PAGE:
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Permagarden Refugees

Sarah Fretwell | Uganda

Organization: African Women Rising

As we walk around visiting garden projects we meet Lakot Linda, a single grandmother in her 60’s who is head of household for her 4 grandchildren. Their mother died and they have not located father since fleeing South Sudan. Sitting outside of her mud hut she recounts how only living on beans her eyesight began to become cloudy. Her children were tired of the monotonous diet and started refusing to eat. Once she learned the skills to build the garden they had greens within a few weeks. Now that they have veggies consistently they all have increased energy. She noted that their eyes are not cloudy anymore and they can focus. Proud that she can now provide for the children she says, “If I die tomorrow at least I left them a garden they can eat from.”©Sarah Fretwell

Inside the Palabek refugee settlement in Northern Uganda, I got an unexpected glimpse of our planet's food future as the climate changes. With the staff of African Women Rising’s (AWR) Permagarden Program, I witnessed how this innovative approach is disrupting the broken aid system by adapting food production to the realities of climate change.  It is changing lives and futures in the process.

AWR works with refugees to utilize the existing resources - seeds, rainfall, limited land, and “waste.”. Together, they are building an agriculture system designed to help the environment regenerate and get stronger as it matures.  Within two weeks farmers are harvesting microgreens, within a month they can start eating from their gardens, and beyond that many people are able to make money selling their vegetables. Their gardens ensure needed vitamins and that mothers can produce milk to breastfeed their babies.

Compared to most food security programs in refugee settings, based on handouts and food rations, this permaculture-based approach is radical in its simplicity and effectiveness.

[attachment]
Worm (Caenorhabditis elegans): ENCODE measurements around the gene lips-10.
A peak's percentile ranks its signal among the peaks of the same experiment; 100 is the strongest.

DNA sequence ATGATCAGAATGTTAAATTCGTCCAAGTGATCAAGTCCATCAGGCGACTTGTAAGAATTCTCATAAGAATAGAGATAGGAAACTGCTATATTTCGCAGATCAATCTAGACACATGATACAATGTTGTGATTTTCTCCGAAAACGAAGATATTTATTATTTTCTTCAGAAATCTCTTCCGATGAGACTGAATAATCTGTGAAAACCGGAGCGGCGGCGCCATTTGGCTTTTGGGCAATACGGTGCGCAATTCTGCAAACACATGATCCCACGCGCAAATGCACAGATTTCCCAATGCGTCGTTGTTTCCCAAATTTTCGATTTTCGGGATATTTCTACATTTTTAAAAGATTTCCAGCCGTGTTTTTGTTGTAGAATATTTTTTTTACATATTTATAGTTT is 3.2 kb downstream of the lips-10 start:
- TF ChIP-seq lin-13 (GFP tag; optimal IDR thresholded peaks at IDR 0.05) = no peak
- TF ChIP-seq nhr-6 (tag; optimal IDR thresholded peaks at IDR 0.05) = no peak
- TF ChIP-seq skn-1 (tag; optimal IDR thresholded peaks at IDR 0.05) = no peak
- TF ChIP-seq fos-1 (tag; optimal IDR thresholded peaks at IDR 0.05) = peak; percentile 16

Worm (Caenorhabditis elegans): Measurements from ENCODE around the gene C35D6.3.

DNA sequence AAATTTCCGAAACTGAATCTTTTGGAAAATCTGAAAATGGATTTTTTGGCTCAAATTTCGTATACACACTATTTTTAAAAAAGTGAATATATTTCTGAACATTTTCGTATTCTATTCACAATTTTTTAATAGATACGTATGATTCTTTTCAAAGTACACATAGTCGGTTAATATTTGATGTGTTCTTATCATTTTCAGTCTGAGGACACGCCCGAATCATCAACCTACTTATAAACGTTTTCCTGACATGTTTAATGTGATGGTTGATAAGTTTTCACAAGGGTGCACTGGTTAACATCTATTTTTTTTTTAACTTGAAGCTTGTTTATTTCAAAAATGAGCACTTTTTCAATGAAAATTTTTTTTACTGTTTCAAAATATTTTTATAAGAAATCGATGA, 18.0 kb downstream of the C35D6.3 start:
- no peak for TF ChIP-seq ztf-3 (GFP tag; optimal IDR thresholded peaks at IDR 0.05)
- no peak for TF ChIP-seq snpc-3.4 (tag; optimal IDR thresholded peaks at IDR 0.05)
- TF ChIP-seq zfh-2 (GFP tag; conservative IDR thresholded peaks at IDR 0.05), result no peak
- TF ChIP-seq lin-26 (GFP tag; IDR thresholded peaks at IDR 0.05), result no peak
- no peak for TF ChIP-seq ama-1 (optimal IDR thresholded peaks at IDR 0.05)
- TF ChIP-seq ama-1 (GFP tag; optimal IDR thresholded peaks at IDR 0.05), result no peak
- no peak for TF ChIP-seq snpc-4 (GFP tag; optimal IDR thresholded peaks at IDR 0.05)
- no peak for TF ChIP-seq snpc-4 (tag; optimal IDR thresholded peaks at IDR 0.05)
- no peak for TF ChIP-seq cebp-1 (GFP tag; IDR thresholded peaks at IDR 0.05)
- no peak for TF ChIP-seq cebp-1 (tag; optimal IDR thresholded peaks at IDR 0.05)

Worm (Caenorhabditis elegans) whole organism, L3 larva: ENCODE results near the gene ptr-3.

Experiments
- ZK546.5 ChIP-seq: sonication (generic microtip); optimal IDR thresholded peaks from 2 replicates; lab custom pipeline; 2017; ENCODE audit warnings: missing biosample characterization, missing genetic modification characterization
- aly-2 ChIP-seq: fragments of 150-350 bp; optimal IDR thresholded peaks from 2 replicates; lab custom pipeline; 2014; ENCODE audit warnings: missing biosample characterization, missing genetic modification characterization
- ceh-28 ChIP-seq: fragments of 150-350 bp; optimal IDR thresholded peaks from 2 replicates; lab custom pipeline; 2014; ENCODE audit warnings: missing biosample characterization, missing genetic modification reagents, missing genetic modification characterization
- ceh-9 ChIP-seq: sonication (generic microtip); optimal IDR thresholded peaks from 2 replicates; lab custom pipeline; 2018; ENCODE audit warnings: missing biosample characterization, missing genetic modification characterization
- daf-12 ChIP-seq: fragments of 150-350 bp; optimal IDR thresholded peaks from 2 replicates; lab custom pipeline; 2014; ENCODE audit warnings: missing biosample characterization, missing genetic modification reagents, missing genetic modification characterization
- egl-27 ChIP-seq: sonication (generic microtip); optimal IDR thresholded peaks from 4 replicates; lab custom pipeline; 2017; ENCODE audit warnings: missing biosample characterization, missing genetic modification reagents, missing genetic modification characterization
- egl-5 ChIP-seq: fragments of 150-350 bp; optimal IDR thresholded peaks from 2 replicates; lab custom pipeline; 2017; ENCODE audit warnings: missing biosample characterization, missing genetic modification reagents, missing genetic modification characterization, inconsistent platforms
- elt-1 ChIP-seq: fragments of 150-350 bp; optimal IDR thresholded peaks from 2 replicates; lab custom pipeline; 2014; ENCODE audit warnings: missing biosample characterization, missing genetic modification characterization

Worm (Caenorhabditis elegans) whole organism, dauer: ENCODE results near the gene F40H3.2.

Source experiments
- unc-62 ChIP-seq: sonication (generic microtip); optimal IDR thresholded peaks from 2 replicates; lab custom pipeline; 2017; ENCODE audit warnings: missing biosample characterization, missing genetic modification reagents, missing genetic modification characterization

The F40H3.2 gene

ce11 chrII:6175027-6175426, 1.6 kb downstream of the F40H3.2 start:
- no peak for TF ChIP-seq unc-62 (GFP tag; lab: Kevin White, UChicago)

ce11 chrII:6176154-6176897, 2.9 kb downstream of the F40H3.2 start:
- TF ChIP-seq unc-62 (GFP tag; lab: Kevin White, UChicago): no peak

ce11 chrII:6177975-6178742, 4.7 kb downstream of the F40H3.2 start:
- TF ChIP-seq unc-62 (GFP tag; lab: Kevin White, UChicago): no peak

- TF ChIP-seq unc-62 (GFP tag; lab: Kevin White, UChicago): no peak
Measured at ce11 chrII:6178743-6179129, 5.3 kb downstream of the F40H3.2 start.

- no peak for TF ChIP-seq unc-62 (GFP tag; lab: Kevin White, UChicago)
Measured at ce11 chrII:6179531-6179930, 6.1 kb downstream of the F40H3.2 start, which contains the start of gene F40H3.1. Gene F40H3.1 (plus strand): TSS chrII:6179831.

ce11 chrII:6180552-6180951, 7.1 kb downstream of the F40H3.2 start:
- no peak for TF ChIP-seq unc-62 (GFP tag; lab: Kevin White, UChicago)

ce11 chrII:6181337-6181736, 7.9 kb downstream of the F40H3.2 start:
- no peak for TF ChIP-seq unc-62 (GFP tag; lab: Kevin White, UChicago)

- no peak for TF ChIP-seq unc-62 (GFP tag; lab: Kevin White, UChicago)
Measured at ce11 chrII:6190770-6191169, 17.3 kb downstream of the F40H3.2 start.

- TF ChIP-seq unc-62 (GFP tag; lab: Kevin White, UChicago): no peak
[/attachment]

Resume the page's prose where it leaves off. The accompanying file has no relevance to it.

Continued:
The success of AWR’s permagarden program has tremendous implications for refugees and humans worldwide.

As a storyteller, it is rare to visit an international program that is truly thriving. So when EVERYONE you meet tells you the program you are visiting changed their life - and their children’s and their neighbors’ - you take note.


What excites and fascinates me about African Women Rising’s Permagarden program is that they are disruptors of a broken aid-based food system. Currently, most residents here survive on a paste of maize, beans, flour, oil, and salt one time a day for three weeks. Most adults go hungry the last week of the month to give their food to children if there is any left. Together with refugee farmers, AWR is building Permagardens, but they are also changing lives and futures in the process.

I walked away understanding this program personally impacts my life and the future of the planet. As project founder Thomas Cole put it, “With greater weather fluctuations worldwide, our focus is on soil and water. In a dry environment, if we can help people understand how to capture and use water in the best possible way, these practices can create lasting change that will create a more resilient system. There is no magic bullet, but we can work to build the soil-food web and microbiology. The more we have the capacity to deal with “extreme” weather and the better we can withstand the unknowns of climate fluctuation and timing. These practices stabilize the environment when hit by extreme weather.”

We are all the same as the person living at the end of a remote red dirt road in the Sudanese refugee camp in rural Uganda. Just by chance, for the moment, we are in more fortunate situations. With every day that climate change goes unchecked, those of us in industrialized countries are one day closer to the same instability and food scarcity. In the coming years, this issue will matter to us as much if we live in a city as if we live in a refugee settlement.

The Permagarden Tool Kit : https://www.fsnnetwork.org/tops-permagarden-toolkit 

African Women Rising - learn more about the Permagarden Program: http://www.africanwomenrising.org/about-us/agriculture/

Sarah Fretwell



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